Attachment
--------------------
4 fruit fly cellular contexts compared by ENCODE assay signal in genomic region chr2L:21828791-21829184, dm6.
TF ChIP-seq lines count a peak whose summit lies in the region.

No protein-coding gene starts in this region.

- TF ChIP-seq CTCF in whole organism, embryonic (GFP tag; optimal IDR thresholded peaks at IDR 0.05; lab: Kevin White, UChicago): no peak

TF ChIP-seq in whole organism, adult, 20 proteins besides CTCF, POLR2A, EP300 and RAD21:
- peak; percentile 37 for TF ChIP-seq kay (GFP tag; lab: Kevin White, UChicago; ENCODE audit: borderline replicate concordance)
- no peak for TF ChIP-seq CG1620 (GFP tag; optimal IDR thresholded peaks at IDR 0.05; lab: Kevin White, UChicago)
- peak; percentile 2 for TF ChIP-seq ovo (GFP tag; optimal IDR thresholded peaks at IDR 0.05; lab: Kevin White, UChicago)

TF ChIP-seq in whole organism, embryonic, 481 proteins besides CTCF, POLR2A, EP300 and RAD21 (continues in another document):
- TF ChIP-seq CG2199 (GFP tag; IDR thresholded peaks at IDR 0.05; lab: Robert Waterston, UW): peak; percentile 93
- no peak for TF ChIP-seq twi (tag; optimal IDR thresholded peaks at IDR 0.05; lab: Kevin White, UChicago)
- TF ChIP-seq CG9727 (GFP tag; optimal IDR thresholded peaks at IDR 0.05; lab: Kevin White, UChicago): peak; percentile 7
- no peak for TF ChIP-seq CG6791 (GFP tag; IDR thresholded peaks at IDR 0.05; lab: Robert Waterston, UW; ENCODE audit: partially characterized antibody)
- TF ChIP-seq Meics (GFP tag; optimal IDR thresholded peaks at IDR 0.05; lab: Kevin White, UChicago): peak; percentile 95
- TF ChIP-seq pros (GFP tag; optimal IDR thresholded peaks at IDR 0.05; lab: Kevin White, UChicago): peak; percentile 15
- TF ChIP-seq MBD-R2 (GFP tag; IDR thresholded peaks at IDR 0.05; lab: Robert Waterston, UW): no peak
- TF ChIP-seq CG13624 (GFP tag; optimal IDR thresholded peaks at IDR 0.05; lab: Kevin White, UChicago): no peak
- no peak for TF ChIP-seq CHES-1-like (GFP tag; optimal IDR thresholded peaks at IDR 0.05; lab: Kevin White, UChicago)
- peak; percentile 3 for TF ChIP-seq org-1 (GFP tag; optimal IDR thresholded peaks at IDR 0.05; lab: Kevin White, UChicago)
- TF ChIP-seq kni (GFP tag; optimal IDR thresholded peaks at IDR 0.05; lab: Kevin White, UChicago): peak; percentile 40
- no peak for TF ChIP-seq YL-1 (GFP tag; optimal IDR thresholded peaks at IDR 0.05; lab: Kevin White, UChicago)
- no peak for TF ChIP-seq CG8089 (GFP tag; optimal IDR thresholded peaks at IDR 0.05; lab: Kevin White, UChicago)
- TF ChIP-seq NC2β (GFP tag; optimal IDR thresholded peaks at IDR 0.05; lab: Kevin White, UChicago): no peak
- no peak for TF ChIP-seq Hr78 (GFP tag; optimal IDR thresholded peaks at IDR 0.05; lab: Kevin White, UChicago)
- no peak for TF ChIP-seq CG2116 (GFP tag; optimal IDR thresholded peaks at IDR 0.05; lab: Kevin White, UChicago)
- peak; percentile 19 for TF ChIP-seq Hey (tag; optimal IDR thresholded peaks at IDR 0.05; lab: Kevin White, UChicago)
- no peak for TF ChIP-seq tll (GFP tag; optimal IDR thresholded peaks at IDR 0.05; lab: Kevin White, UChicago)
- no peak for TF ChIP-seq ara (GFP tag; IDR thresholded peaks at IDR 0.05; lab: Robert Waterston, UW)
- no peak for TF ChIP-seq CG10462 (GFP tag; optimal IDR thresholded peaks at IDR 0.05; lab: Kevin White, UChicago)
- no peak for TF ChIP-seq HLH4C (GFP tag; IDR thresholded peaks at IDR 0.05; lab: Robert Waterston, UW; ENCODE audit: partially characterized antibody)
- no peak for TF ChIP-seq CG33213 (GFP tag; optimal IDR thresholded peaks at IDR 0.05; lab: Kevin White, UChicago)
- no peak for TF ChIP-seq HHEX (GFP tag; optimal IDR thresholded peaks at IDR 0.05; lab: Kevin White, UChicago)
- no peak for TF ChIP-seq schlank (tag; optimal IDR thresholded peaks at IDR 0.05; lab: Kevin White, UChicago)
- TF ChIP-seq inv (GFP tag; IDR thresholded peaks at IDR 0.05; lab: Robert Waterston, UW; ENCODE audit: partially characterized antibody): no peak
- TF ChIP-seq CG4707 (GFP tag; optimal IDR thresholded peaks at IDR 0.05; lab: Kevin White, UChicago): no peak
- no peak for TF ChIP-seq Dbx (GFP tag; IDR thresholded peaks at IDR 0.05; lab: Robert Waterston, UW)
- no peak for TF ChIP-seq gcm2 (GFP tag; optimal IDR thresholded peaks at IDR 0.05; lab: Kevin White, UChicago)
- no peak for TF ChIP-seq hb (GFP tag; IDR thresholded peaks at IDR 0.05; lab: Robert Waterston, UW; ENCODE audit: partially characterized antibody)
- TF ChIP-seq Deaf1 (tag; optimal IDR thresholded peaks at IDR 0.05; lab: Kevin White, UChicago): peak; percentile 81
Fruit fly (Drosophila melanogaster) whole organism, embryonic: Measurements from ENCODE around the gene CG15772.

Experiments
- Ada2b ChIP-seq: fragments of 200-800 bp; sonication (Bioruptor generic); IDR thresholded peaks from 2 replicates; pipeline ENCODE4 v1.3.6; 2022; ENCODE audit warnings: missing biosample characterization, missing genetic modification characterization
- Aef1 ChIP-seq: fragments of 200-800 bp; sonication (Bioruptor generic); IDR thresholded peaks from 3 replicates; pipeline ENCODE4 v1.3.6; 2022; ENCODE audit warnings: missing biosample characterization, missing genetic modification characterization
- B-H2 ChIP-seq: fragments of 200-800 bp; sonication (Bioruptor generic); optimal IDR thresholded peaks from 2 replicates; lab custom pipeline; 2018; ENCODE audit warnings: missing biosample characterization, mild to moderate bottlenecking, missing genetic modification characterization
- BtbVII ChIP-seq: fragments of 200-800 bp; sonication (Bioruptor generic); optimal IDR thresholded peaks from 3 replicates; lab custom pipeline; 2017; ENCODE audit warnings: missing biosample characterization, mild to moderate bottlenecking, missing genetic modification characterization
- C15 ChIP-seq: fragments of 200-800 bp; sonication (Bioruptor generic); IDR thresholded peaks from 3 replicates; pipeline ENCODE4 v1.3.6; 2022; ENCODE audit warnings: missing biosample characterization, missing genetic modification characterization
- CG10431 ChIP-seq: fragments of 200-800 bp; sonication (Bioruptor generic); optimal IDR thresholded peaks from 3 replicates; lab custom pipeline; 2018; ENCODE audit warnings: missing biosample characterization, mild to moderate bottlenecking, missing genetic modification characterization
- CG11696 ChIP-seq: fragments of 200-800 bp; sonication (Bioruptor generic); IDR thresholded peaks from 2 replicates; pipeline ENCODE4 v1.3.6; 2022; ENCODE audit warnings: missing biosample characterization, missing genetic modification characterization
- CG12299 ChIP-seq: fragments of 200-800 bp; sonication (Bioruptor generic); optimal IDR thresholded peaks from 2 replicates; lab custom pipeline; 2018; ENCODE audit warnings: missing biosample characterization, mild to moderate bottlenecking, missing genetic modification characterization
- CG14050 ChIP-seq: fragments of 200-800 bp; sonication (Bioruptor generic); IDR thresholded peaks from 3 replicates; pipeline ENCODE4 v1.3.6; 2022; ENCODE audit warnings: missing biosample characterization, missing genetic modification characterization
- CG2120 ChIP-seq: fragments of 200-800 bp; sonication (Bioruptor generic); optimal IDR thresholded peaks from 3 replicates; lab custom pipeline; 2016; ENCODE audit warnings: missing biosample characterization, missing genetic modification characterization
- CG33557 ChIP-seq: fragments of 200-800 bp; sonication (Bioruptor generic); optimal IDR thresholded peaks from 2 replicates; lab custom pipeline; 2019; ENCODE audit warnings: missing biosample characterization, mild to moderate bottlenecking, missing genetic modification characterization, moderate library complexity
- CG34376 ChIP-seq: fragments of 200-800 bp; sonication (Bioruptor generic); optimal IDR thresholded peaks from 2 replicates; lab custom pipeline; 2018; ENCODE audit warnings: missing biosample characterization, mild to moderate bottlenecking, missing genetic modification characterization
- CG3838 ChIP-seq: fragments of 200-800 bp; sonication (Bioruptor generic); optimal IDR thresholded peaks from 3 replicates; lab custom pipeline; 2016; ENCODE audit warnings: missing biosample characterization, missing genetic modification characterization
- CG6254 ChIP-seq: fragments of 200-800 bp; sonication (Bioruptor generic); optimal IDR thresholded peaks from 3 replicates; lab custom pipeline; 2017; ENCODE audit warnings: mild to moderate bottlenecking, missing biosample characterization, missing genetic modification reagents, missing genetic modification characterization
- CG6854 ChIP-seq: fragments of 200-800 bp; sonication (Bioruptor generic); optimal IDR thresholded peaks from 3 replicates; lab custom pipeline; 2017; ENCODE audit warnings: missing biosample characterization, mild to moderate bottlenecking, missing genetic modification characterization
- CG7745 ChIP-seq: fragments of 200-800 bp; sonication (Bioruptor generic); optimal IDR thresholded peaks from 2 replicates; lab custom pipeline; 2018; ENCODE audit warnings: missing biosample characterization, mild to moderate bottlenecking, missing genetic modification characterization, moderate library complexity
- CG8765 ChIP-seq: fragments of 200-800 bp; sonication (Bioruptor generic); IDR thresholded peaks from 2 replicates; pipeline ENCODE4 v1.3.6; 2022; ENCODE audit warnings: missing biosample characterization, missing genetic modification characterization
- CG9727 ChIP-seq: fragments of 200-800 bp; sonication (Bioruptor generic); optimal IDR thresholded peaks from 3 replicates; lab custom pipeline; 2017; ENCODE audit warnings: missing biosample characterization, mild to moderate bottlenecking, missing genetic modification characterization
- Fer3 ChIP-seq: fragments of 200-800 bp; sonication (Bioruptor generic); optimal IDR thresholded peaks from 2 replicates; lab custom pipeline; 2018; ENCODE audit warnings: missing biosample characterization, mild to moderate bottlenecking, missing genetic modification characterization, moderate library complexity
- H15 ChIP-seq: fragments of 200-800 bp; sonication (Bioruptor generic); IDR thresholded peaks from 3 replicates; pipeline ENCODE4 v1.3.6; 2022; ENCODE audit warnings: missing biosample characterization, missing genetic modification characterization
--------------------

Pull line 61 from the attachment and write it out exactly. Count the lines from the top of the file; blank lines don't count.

- H15 ChIP-seq: fragments of 200-800 bp; sonication (Bioruptor generic); IDR thresholded peaks from 3 replicates; pipeline ENCODE4 v1.3.6; 2022; ENCODE audit warnings: missing biosample characterization, missing genetic modification characterization